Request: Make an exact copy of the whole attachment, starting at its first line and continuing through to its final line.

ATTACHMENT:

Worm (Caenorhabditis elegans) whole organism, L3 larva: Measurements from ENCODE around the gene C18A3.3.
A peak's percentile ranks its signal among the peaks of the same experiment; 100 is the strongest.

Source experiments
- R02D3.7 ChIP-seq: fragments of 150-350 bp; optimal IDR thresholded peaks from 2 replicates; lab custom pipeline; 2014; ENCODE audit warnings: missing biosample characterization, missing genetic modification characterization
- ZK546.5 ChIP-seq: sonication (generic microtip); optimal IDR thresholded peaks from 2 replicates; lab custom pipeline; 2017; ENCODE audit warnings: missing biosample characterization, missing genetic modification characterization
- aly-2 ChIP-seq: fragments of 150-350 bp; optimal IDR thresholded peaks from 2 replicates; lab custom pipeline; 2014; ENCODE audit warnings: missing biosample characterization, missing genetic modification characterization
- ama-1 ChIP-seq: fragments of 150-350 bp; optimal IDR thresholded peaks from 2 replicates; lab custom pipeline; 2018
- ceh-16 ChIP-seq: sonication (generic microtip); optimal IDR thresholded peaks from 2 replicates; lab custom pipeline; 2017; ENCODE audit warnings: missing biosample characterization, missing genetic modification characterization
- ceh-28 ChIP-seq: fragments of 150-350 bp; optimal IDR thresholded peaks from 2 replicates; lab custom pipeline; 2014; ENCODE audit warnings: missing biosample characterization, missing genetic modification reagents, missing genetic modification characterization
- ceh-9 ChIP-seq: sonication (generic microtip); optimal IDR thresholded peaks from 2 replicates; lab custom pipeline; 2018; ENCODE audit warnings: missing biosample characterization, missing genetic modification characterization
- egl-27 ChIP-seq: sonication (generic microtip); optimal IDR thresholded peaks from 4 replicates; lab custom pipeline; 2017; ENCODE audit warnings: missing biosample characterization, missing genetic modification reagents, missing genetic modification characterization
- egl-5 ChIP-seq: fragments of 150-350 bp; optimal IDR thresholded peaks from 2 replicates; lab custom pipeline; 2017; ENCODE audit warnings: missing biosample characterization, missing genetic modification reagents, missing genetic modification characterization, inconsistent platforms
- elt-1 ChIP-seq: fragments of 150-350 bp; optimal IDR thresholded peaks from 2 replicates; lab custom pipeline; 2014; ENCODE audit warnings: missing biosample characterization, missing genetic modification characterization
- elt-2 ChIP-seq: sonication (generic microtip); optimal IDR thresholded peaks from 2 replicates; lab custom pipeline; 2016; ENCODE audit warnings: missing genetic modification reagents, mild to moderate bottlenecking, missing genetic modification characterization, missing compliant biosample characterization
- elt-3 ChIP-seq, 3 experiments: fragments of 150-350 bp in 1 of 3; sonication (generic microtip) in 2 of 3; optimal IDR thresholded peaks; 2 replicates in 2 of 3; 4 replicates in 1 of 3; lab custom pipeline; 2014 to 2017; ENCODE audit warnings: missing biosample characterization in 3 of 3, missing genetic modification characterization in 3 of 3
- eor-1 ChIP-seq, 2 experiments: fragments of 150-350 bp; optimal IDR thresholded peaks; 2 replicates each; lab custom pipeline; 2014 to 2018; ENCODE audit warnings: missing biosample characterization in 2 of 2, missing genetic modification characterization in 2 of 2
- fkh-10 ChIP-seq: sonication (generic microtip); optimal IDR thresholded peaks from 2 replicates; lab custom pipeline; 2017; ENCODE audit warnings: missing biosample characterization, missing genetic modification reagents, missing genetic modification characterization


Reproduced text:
Worm (Caenorhabditis elegans) whole organism, L3 larva: Measurements from ENCODE around the gene C18A3.3.
A peak's percentile ranks its signal among the peaks of the same experiment; 100 is the strongest.

Source experiments
- R02D3.7 ChIP-seq: fragments of 150-350 bp; optimal IDR thresholded peaks from 2 replicates; lab custom pipeline; 2014; ENCODE audit warnings: missing biosample characterization, missing genetic modification characterization
- ZK546.5 ChIP-seq: sonication (generic microtip); optimal IDR thresholded peaks from 2 replicates; lab custom pipeline; 2017; ENCODE audit warnings: missing biosample characterization, missing genetic modification characterization
- aly-2 ChIP-seq: fragments of 150-350 bp; optimal IDR thresholded peaks from 2 replicates; lab custom pipeline; 2014; ENCODE audit warnings: missing biosample characterization, missing genetic modification characterization
- ama-1 ChIP-seq: fragments of 150-350 bp; optimal IDR thresholded peaks from 2 replicates; lab custom pipeline; 2018
- ceh-16 ChIP-seq: sonication (generic microtip); optimal IDR thresholded peaks from 2 replicates; lab custom pipeline; 2017; ENCODE audit warnings: missing biosample characterization, missing genetic modification characterization
- ceh-28 ChIP-seq: fragments of 150-350 bp; optimal IDR thresholded peaks from 2 replicates; lab custom pipeline; 2014; ENCODE audit warnings: missing biosample characterization, missing genetic modification reagents, missing genetic modification characterization
- ceh-9 ChIP-seq: sonication (generic microtip); optimal IDR thresholded peaks from 2 replicates; lab custom pipeline; 2018; ENCODE audit warnings: missing biosample characterization, missing genetic modification characterization
- egl-27 ChIP-seq: sonication (generic microtip); optimal IDR thresholded peaks from 4 replicates; lab custom pipeline; 2017; ENCODE audit warnings: missing biosample characterization, missing genetic modification reagents, missing genetic modification characterization
- egl-5 ChIP-seq: fragments of 150-350 bp; optimal IDR thresholded peaks from 2 replicates; lab custom pipeline; 2017; ENCODE audit warnings: missing biosample characterization, missing genetic modification reagents, missing genetic modification characterization, inconsistent platforms
- elt-1 ChIP-seq: fragments of 150-350 bp; optimal IDR thresholded peaks from 2 replicates; lab custom pipeline; 2014; ENCODE audit warnings: missing biosample characterization, missing genetic modification characterization
- elt-2 ChIP-seq: sonication (generic microtip); optimal IDR thresholded peaks from 2 replicates; lab custom pipeline; 2016; ENCODE audit warnings: missing genetic modification reagents, mild to moderate bottlenecking, missing genetic modification characterization, missing compliant biosample characterization
- elt-3 ChIP-seq, 3 experiments: fragments of 150-350 bp in 1 of 3; sonication (generic microtip) in 2 of 3; optimal IDR thresholded peaks; 2 replicates in 2 of 3; 4 replicates in 1 of 3; lab custom pipeline; 2014 to 2017; ENCODE audit warnings: missing biosample characterization in 3 of 3, missing genetic modification characterization in 3 of 3
- eor-1 ChIP-seq, 2 experiments: fragments of 150-350 bp; optimal IDR thresholded peaks; 2 replicates each; lab custom pipeline; 2014 to 2018; ENCODE audit warnings: missing biosample characterization in 2 of 2, missing genetic modification characterization in 2 of 2
- fkh-10 ChIP-seq: sonication (generic microtip); optimal IDR thresholded peaks from 2 replicates; lab custom pipeline; 2017; ENCODE audit warnings: missing biosample characterization, missing genetic modification reagents, missing genetic modification characterization